Posted in Color and Vision, OPP, Photography, This is who we are, Travel, USA | 1 Comment

Privilege survey

As seen at The Clutter Museum:

Bold the statements that are true.

  1. Father went to college
  2. Father finished college (don’t know . . . maybe)
  3. Mother went to college
  4. Mother finished college (The same year I did, for which we were all very proud.)
  5. Have any relative who is an attorney, physician, or professor.
  6. Were the same or higher class than your high school teachers.
  7. Had more than 50 books in your childhood home. (You really only needed one book.)
  8. Had more than 500 books in your childhood home.
  9. Were read children’s books by a parent
  10. Had lessons of any kind before you turned 18
  11. Had more than two kinds of lessons before you turned 18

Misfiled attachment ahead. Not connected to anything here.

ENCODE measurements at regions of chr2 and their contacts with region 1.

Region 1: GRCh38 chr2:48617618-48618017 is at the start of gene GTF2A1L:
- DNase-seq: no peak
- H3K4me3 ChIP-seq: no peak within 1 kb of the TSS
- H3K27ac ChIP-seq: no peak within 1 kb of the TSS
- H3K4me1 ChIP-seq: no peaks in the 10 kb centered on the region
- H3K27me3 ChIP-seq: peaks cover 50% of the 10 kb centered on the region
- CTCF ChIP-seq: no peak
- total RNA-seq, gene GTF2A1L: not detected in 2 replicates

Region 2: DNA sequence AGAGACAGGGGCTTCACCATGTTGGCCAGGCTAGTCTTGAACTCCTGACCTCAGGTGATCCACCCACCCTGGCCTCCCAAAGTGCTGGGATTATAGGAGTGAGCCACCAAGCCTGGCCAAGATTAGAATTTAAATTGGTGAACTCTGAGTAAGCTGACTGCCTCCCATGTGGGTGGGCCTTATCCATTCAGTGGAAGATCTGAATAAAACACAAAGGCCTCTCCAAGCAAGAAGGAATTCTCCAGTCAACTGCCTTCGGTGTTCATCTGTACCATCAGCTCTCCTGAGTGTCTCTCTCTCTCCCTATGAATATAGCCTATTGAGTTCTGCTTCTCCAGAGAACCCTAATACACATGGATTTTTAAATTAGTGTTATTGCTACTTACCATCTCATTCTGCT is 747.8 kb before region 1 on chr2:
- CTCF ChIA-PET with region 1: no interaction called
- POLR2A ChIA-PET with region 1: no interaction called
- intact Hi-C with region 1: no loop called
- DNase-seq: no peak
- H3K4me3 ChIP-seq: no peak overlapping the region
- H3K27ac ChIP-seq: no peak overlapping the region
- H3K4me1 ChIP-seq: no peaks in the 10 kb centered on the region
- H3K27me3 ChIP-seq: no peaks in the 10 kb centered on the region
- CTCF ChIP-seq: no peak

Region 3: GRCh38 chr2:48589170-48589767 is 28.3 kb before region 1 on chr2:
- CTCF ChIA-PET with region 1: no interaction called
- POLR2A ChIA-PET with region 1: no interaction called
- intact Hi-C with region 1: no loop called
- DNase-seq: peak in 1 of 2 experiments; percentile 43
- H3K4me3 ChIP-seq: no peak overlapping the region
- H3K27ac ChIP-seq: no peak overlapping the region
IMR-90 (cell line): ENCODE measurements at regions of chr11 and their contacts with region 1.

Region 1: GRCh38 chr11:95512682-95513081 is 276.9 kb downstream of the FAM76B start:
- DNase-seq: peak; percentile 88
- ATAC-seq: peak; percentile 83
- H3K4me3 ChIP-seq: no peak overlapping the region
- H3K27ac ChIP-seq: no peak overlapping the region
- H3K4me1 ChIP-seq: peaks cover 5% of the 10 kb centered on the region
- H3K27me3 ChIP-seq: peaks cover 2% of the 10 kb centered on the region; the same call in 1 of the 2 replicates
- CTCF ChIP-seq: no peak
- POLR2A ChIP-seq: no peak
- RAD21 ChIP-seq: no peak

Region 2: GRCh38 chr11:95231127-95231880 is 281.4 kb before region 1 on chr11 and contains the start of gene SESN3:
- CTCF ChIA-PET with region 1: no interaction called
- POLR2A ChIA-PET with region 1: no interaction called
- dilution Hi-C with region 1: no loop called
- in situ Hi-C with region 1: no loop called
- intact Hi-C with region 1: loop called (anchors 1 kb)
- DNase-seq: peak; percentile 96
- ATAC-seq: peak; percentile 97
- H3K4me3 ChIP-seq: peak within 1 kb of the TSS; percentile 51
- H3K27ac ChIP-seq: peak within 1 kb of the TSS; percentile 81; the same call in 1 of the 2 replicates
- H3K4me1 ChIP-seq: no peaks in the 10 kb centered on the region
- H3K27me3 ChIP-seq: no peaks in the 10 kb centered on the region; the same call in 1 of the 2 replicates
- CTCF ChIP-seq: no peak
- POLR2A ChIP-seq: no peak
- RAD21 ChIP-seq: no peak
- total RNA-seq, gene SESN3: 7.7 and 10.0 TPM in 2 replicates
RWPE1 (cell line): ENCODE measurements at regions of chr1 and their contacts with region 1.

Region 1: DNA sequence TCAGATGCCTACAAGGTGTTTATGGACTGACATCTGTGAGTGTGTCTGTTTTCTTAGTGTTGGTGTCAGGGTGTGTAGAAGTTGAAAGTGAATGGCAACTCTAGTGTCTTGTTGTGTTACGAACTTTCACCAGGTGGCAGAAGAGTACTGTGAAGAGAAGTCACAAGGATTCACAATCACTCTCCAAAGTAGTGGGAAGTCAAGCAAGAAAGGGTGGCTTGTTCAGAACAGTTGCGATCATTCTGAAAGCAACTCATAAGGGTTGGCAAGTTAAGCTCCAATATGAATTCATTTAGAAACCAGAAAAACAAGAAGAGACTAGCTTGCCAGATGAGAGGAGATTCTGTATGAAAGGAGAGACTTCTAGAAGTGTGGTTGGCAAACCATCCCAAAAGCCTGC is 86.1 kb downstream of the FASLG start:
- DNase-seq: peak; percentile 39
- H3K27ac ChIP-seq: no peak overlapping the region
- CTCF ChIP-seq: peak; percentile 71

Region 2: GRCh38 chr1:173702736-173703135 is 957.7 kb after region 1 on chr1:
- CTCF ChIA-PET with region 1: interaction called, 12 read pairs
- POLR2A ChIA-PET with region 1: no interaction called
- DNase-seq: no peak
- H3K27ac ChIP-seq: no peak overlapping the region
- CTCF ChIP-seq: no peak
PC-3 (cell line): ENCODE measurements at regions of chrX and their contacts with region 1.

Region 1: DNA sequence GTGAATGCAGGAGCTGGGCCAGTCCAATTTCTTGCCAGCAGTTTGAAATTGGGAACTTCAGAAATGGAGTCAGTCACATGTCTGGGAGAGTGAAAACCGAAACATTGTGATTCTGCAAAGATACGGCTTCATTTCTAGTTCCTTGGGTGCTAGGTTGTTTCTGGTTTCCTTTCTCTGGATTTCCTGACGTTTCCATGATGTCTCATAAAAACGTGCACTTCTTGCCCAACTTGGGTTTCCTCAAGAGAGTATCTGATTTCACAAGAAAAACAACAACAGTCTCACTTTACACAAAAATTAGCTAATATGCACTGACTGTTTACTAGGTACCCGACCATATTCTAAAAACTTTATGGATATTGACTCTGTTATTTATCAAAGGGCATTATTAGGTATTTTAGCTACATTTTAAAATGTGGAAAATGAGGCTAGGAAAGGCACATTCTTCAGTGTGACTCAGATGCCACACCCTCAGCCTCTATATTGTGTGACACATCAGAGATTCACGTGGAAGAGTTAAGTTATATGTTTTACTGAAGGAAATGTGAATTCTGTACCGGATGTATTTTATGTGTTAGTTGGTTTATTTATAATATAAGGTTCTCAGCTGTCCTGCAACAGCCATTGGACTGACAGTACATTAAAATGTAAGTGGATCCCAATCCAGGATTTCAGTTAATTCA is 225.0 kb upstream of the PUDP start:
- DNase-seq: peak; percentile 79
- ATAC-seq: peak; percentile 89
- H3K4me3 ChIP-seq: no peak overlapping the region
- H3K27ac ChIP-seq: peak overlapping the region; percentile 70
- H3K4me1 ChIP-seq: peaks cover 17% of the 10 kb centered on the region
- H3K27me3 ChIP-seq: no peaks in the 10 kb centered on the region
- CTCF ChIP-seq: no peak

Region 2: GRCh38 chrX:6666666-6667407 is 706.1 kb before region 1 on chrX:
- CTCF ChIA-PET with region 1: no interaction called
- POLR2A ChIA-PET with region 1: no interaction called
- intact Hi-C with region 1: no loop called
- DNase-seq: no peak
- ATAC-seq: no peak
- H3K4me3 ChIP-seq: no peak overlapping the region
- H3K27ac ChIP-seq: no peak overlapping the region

12. The people who dress and talk like me are portrayed in the media
  13. Had a credit card with your name on it before you turned 18
  14. Your parents (or a trust) paid for the majority of your college costs (I don’t think so. It was all very sudden.)
  15. Your parents (or a trust) paid for all of your college costs
  16. Went to a private high school
  17. Went to summer camp
  18. Had a private tutor before you turned 18
  19. Family vacations involved staying at hotels
  20. Your clothing was all bought new before you turned 18 (after a while)
  21. Your parents bought you a car that was not a hand-me-down from them (I loved that ’63 Dodge Dart.)
  22. There was original art in your house when you were a child
  23. You and your family lived in a single-family house (about half my childhood)